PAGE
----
The rich repertoire of songs and music that African-Americans have produced over the last century has to a large extent been recorded. Its value is recognized all over the world. The same cannot be said for black oratory, which shared the same roots and reflected similar emotions: slavery, segregation and imprisonment produced resistance, anger, bitterness and, often, resignation. Very few speeches were written, leave alone recorded, until the mid-20th century; and yet they had a huge cultural and historical impact. W. E. B. DuBois and Marcus Garvey were amongst the greatest orators during the early twentieth century. A generation later, Adam Clayton Powell, the independent Congressman elected from Harlem, could electrify an audience. This is the tradition within which the 1960s activist Malcolm X should be situated. It was his ability to articulate political ideas instinctively that won him an audience far beyond the ranks of the converted. First and foremost, he was one of the greatest orators that North America has ever produced.
Malcolm X embodied all the strengths and many of the contradictions of the black political condition in mid 20th-century America. Towards the end of his tragically short life he understood, better than most, that it was structural and systemic barriers that had kept the majority of African-Americans below the poverty line and denied them political and racial equality, a hundred years after a civil war supposedly fought to liberate their ancestors from slavery. In a speech of April 1964, he pointed out that if Lincoln—sardonically: ‘that great shining liberal’—had freed the Afro-American, ‘we wouldn’t need civil-rights legislation today’. Malcolm X’s political philosophy and approach, as well as his religious beliefs, were in transition over the last five years of a life cut short, in February 1965, by assassins from the Nation of Islam. They had acted on the orders of their Prophet and the National Secretary who was, in all likelihood, an fbi plant.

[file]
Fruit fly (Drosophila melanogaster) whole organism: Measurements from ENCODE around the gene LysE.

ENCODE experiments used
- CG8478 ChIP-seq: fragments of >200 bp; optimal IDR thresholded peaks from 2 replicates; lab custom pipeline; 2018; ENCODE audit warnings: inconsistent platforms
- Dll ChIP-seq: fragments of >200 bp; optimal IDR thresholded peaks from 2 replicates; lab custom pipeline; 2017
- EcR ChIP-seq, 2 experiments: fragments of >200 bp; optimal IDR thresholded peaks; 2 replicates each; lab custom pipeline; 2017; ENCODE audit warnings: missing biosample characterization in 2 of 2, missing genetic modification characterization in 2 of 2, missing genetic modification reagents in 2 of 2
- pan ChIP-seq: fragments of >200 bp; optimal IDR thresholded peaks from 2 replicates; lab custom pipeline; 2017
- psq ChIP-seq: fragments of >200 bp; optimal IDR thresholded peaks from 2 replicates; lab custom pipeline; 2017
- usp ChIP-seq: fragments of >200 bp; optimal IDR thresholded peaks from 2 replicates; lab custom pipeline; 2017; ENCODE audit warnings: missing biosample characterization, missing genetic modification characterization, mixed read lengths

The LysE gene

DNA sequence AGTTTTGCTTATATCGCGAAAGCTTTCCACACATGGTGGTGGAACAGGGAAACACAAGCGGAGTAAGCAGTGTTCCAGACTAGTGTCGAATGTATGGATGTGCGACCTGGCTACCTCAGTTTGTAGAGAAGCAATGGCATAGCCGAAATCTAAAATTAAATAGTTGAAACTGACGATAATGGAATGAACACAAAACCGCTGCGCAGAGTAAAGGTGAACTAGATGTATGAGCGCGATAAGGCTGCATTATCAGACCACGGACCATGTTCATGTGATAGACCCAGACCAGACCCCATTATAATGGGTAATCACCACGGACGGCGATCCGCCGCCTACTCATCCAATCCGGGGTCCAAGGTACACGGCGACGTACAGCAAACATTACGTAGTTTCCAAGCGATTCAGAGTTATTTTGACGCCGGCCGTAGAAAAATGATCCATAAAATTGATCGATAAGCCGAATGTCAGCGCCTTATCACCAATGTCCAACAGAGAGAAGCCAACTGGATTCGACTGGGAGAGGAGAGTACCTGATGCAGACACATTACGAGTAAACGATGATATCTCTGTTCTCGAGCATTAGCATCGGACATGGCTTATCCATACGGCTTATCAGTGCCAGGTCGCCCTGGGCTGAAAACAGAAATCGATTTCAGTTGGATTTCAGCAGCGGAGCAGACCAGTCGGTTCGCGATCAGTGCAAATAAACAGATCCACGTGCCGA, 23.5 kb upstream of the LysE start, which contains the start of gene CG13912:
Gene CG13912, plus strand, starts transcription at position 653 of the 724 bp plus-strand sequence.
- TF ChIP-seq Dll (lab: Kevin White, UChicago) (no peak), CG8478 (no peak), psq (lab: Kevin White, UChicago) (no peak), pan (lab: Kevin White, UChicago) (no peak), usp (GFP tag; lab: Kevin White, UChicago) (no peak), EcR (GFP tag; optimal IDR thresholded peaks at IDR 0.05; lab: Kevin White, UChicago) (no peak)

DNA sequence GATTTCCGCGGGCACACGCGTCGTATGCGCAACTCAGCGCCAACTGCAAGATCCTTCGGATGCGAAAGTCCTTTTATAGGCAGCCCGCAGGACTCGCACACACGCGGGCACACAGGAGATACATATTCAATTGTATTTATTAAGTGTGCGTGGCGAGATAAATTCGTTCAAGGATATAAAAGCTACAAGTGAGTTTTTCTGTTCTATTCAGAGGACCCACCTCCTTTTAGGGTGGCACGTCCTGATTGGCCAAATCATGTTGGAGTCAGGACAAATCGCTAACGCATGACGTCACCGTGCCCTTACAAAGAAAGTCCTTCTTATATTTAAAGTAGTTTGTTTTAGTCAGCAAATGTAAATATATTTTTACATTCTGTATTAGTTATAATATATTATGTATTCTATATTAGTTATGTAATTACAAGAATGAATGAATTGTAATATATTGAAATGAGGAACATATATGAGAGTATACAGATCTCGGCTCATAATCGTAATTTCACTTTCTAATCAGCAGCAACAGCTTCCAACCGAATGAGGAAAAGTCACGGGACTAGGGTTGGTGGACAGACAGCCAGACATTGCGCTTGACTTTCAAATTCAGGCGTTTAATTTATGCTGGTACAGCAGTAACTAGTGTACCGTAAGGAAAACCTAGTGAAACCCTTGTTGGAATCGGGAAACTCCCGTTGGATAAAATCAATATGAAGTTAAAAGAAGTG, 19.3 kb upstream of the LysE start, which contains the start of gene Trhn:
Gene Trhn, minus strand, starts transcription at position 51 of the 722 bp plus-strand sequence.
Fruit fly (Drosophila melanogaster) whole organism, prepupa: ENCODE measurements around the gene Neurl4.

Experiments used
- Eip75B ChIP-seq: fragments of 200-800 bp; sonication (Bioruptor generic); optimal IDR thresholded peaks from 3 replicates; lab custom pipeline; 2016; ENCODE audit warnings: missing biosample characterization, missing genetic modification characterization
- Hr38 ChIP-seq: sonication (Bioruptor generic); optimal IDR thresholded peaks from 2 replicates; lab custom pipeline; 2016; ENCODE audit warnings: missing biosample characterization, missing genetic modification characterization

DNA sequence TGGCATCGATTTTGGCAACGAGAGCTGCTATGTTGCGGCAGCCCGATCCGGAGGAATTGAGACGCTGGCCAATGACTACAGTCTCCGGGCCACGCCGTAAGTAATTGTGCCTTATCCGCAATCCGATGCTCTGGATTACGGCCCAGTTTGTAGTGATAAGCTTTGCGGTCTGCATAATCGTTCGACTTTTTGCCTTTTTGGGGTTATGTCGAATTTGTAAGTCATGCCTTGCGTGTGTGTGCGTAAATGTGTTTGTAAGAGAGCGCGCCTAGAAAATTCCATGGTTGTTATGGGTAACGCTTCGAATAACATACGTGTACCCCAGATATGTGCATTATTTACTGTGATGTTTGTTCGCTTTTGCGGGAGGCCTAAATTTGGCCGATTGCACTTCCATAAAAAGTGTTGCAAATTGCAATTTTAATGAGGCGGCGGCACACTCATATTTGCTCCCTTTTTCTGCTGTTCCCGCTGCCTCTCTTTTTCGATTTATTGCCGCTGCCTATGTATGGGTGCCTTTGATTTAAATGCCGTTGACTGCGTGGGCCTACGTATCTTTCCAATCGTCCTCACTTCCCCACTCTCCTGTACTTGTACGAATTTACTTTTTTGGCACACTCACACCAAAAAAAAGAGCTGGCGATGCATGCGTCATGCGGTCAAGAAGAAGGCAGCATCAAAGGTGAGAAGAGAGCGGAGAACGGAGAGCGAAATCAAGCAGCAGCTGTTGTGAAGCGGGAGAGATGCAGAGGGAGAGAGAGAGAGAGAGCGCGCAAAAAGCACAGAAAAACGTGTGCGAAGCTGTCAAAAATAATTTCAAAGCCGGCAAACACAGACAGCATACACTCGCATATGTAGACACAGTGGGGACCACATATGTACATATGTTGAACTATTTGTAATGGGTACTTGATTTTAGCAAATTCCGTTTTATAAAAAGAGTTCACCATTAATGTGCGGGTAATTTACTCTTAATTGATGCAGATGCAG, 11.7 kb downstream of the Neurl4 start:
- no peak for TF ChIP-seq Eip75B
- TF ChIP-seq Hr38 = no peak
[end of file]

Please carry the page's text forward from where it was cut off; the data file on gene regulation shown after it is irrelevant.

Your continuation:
Manning Marable’s new, deconstructive biography demonstrates all this in vivid detail. Marable, a social-democratic essayist and historian who died in April this year, a few days before the book was published, was a much-respected voice within the African-American intelligentsia and later within the academy as a whole. In his earlier books and essays on black liberation, especially in the sharply analytical How Capitalism Underdeveloped Black America (1983), he deployed many a weapon from the Marxist armoury. The tone is somewhat different in Malcolm X: A Life of Reinvention. ‘From an early age’, Marable writes, ‘Malcolm Little had constructed multiple masks that distanced his inner self from the outside world . . . He acquired the subtle tools of an ethnographer, crafting his language to fit the cultural contexts of his diverse audiences’. Noting the various identities he adopted during his lifetime—from Detroit Red to El-Hajj Malik El-Shabazz—Marable asserts that ‘no single personality ever captured him fully. In this sense his narrative is a brilliant series of reinventions, “Malcolm X” being just the best known.’